Asherman's syndrome can occur after any type of gynecologic surgery, and we must shift our thinking and heighten our index of suspicion to accommodate the growing body of data that supports this claim.
A literature review published in Fertility and Sterility 15 years ago reported that approximately 90% of all cases of Asherman's syndrome occurred after curettage, mainly after D&C for a spontaneous abortion or one performed to control a postpartum hemorrhage. Although these two antecedent factors remain the most common causes, there has been a significant increase in the number of patients who develop endometrial scarring after gynecologic surgery, particularly following abdominal and hysteroscopic myomectomy.
Women who have had myomectomy or other types of uterine surgery make up an increasing proportion of all patients with adhesion formation and a variant of Asherman's syndrome known as endometrial sclerosis.
Endometrial sclerosis, commonly called an “unstuck Asherman's,” is an end-stage disease in which the basalis layer of the endometrium has been severely damaged or even removed. In these women, the hysterosalpingography (HSG) may demonstrate a normal cavity or one of slightly reduced size, but with little or no scarring.
This change presents new challenges because the damage that follows gynecologic surgery other than curettage is a much less curable condition.
Our Index of Suspicion
Key to our role as gynecologists is suspecting the problem. Any change in menstrual flow and pattern—from amenorrhea to any decrease in the duration or amount of bleeding—that follows any type of uterine surgery, irrespective of how minimal that surgery might have been, must prompt us to suspect that this patient may have scarring in her uterus. All patients with a history of intrauterine trauma must be considered at risk.
In addition to endometrial trauma, pregnancy (or recent pregnancy) and hypoestrogenism are important keys. The pregnant or recently pregnant uterus appears to be more vulnerable to scar formation.
Concomitantly, breast-feeding increases the risk of adhesion formation because women who breast-feed remain estrogen deficient. Estrogen has a tremendous effect in promoting the healing of the uterus and regeneration of the endometrium. Women who breast-feed don't have that stimulus.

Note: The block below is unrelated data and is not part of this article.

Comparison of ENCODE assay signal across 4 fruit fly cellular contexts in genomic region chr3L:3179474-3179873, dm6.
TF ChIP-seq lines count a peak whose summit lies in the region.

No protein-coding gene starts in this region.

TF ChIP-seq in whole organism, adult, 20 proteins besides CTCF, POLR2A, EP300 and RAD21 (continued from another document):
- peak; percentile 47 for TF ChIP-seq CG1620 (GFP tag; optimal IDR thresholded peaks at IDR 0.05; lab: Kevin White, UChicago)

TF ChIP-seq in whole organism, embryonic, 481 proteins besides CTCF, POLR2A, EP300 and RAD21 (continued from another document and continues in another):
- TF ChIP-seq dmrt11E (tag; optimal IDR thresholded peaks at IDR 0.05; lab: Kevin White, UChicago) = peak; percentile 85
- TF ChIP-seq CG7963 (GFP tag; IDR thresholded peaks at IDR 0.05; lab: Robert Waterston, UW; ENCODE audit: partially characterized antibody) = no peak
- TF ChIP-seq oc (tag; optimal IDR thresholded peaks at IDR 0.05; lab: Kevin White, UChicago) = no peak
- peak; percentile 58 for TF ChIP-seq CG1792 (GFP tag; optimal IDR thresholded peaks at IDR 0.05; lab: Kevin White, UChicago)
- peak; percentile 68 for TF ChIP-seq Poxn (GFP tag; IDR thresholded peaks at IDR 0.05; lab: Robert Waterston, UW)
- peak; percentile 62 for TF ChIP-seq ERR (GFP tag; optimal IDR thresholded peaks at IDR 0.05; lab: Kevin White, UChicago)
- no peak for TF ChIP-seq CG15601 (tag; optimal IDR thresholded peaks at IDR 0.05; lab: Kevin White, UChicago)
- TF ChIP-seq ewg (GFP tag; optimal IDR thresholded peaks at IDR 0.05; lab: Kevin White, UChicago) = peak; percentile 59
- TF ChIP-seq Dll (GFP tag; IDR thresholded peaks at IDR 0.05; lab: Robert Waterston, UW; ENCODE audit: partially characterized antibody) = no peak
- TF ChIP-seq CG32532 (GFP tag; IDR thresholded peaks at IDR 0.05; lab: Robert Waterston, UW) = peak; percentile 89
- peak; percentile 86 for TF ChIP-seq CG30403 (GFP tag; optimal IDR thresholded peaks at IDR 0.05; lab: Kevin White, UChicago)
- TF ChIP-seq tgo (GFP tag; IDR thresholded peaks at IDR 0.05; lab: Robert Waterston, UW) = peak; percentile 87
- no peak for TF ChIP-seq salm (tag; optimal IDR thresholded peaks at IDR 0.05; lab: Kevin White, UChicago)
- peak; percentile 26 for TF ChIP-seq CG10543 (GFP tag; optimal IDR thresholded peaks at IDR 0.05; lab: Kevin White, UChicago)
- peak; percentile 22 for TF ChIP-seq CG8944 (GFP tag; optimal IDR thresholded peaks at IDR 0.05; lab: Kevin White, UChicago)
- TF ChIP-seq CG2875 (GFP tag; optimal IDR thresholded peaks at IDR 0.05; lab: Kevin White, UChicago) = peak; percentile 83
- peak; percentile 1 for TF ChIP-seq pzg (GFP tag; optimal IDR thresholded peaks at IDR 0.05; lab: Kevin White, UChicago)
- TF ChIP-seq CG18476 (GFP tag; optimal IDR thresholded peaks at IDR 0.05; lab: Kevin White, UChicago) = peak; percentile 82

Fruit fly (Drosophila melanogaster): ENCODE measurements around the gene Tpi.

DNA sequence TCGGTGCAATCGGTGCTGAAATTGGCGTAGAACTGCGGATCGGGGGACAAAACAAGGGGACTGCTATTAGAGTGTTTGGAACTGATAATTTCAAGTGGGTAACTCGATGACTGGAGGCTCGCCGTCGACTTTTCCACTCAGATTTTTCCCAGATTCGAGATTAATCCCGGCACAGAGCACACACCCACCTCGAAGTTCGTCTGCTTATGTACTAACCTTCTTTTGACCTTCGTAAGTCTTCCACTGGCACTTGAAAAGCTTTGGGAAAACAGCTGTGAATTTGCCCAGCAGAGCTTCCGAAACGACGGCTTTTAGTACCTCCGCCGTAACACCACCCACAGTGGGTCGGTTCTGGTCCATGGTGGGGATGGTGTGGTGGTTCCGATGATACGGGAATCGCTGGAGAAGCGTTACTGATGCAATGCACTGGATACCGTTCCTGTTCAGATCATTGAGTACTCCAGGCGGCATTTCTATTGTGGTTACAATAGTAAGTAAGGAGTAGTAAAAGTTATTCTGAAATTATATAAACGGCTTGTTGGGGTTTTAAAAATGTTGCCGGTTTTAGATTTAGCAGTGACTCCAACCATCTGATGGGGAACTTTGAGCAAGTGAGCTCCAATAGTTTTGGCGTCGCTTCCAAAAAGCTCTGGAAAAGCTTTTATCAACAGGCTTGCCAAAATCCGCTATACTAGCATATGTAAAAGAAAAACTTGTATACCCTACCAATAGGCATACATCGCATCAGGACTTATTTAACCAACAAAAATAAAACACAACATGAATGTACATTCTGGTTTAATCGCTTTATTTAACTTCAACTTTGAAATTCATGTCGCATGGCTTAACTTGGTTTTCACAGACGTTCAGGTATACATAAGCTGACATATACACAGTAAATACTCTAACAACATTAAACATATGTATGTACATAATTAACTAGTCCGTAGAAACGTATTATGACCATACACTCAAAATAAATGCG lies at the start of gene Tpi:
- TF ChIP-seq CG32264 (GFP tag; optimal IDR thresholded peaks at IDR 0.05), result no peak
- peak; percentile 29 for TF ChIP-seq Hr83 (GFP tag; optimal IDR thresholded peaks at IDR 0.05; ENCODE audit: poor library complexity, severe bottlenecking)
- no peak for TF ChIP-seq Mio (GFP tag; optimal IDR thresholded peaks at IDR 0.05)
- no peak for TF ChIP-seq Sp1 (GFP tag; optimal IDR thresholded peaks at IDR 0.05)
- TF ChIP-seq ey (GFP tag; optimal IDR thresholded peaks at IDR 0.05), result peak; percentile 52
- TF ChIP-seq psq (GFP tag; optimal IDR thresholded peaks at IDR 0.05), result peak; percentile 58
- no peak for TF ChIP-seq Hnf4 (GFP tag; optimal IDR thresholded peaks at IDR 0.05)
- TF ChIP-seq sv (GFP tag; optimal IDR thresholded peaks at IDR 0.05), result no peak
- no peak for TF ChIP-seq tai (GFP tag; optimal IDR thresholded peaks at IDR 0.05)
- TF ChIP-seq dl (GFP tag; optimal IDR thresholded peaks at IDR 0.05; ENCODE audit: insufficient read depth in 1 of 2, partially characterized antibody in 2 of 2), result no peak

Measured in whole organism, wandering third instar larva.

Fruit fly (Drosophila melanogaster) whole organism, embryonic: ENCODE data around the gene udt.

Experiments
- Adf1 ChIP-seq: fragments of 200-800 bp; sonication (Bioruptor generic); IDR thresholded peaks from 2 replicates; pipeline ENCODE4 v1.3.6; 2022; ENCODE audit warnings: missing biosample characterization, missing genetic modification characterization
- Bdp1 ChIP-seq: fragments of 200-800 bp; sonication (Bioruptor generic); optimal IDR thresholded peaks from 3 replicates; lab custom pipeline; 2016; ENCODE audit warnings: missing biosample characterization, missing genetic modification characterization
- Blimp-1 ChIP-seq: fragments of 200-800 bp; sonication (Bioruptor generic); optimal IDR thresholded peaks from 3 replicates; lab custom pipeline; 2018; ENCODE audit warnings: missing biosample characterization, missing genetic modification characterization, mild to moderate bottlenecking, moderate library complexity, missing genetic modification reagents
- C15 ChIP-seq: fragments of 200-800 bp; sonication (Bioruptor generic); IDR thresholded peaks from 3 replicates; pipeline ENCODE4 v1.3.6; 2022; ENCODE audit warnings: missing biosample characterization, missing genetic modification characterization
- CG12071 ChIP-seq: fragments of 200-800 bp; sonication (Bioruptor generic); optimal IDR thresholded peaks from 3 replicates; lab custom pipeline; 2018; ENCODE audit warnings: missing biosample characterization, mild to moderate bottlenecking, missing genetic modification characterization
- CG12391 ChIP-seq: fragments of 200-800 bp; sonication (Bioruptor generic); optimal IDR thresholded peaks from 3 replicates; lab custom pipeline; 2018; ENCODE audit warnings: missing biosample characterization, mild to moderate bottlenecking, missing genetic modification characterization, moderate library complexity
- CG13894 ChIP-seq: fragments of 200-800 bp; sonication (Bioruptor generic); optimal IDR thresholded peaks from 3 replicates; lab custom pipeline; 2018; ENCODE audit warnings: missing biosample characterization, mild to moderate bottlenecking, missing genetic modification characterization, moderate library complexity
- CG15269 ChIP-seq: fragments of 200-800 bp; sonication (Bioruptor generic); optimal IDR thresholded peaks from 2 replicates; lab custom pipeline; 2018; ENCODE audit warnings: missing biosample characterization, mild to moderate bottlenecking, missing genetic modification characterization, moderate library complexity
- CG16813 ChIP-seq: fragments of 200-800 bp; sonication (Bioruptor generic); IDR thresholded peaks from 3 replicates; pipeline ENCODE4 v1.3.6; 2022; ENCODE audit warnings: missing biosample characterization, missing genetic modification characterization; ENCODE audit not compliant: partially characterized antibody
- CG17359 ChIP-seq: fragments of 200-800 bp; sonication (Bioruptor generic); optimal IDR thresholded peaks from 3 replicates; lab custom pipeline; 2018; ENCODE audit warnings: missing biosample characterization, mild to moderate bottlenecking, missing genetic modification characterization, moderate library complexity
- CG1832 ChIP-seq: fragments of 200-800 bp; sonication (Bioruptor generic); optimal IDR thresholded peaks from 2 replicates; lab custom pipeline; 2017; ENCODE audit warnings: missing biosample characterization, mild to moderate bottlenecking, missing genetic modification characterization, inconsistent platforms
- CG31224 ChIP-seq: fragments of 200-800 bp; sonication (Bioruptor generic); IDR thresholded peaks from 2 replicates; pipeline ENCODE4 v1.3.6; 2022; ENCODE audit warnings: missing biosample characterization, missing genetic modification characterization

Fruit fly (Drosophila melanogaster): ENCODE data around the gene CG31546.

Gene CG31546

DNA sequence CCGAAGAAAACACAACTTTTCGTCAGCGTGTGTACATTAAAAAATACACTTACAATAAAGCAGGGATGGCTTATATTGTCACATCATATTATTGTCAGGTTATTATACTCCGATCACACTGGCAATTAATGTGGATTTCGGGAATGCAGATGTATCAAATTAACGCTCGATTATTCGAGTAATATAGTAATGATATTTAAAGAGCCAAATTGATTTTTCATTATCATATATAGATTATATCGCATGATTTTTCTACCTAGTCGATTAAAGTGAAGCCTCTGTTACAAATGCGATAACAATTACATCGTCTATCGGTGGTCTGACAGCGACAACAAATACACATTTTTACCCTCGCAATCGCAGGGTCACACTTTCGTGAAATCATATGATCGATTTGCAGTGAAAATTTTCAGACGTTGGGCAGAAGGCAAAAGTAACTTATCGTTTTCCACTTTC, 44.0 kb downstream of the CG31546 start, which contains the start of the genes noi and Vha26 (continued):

To a lesser extent, infection also can play a role. Decades ago, infection was viewed as critical, in that it was the “infected abortion” that was thought to cause Asherman's syndrome. Today, infections are an uncommon cause of the problem. I have treated more than 1,000 patients with Asherman's, and fewer than 5 had any clinical evidence of infection around the time of their original surgery. Still, the possibility of Asherman's resulting from infections still exists.
Pelvic tuberculosis by itself, without any surgical trauma, causes scarring in the uterus. Considering the diversity of our society and the rise in antibiotic-resistant TB, we ought to keep it in mind.
It is also important to appreciate the fact that the presence of normal menstrual flow does not rule out the presence of intrauterine adhesions. Approximately three-quarters of women with Asherman's syndrome have amenorrhea or hypomenorrhea, but the remainder have menses of normal flow and duration. Other symptoms of intrauterine adhesions include infertility, recurrent miscarriage, and placenta accreta or its more severe variants.
Methods of Diagnosis
The diagnosis will most frequently be made by either HSG or a saline-infusion sonogram. However, these methods provide us with only a presumptive diagnosis. Both will demonstrate irregular, lacunalike defects spaced throughout the cavity. Access to the oviducts may or may not be blocked. A definitive diagnosis comes only with hysteroscopy.
We should individualize our diagnostic methods depending on the patient's history and symptoms and our own index of suspicion. For instance, a patient who presents with amenorrhea and monthly cramping following a D&C would benefit from a pelvic ultrasound. This study is likely to demonstrate fluid in the uterus. Her hematometra is secondary to outflow tract obstruction. There is no reason in this case to do a saline-infusion sonogram or an HSG. The next appropriate step is hysteroscopy, which will allow the diagnosis to be made with certainty so that treatment can commence.
Consider another patient with postcurettage amenorrhea. She has little or no fluid in the uterus and her endometrium is thin and/or irregular. A pregnancy test is negative and a uterine sound cannot be passed into the cavity. In this case, it is wise to proceed to hysteroscopy because it would not be possible to pass the contrast material for HSG—or the saline for a saline-infusion sonogram—beyond the site that blocked passage of the sound.
Hysteroscopy provides us with absolute proof of intrauterine adhesions. It allows us to directly inspect the uterine cavity and assess the extent, nature, and location of the adhesions. This also allows us to classify the disease, which is critical because classification enables us to make meaningful comparisons among different types of treatment regimens or adjunctive therapies. Finally, adhesiolysis under hysteroscopic guidance is more efficacious and less traumatic to the adjacent normal tissue.